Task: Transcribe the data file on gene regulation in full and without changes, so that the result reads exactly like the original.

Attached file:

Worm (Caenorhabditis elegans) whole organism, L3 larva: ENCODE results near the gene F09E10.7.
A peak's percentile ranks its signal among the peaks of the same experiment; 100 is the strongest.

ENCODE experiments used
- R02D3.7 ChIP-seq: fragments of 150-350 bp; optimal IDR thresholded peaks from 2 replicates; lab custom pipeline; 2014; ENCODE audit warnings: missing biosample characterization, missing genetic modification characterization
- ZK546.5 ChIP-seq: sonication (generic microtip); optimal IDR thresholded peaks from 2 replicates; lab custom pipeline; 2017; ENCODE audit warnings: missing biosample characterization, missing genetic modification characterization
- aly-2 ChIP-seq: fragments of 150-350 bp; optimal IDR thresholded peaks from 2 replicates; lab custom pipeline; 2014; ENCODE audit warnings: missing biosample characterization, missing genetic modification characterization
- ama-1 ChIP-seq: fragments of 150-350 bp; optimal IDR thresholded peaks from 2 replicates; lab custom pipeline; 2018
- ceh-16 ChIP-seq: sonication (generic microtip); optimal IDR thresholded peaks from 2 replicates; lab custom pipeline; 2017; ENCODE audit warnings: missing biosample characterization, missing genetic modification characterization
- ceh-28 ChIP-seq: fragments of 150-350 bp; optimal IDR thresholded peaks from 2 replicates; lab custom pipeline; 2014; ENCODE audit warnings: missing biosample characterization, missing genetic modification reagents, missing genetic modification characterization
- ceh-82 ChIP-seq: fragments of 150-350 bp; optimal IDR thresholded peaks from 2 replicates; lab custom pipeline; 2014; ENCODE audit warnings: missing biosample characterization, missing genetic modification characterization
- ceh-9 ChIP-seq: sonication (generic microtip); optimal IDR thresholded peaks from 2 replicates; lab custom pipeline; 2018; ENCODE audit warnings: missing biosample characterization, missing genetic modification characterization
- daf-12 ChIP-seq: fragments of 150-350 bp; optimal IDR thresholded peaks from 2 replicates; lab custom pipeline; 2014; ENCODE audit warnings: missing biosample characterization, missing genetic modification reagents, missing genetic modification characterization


Worm (Caenorhabditis elegans) whole organism, L3 larva: ENCODE results near the gene F09E10.7.
A peak's percentile ranks its signal among the peaks of the same experiment; 100 is the strongest.

ENCODE experiments used
- R02D3.7 ChIP-seq: fragments of 150-350 bp; optimal IDR thresholded peaks from 2 replicates; lab custom pipeline; 2014; ENCODE audit warnings: missing biosample characterization, missing genetic modification characterization
- ZK546.5 ChIP-seq: sonication (generic microtip); optimal IDR thresholded peaks from 2 replicates; lab custom pipeline; 2017; ENCODE audit warnings: missing biosample characterization, missing genetic modification characterization
- aly-2 ChIP-seq: fragments of 150-350 bp; optimal IDR thresholded peaks from 2 replicates; lab custom pipeline; 2014; ENCODE audit warnings: missing biosample characterization, missing genetic modification characterization
- ama-1 ChIP-seq: fragments of 150-350 bp; optimal IDR thresholded peaks from 2 replicates; lab custom pipeline; 2018
- ceh-16 ChIP-seq: sonication (generic microtip); optimal IDR thresholded peaks from 2 replicates; lab custom pipeline; 2017; ENCODE audit warnings: missing biosample characterization, missing genetic modification characterization
- ceh-28 ChIP-seq: fragments of 150-350 bp; optimal IDR thresholded peaks from 2 replicates; lab custom pipeline; 2014; ENCODE audit warnings: missing biosample characterization, missing genetic modification reagents, missing genetic modification characterization
- ceh-82 ChIP-seq: fragments of 150-350 bp; optimal IDR thresholded peaks from 2 replicates; lab custom pipeline; 2014; ENCODE audit warnings: missing biosample characterization, missing genetic modification characterization
- ceh-9 ChIP-seq: sonication (generic microtip); optimal IDR thresholded peaks from 2 replicates; lab custom pipeline; 2018; ENCODE audit warnings: missing biosample characterization, missing genetic modification characterization
- daf-12 ChIP-seq: fragments of 150-350 bp; optimal IDR thresholded peaks from 2 replicates; lab custom pipeline; 2014; ENCODE audit warnings: missing biosample characterization, missing genetic modification reagents, missing genetic modification characterization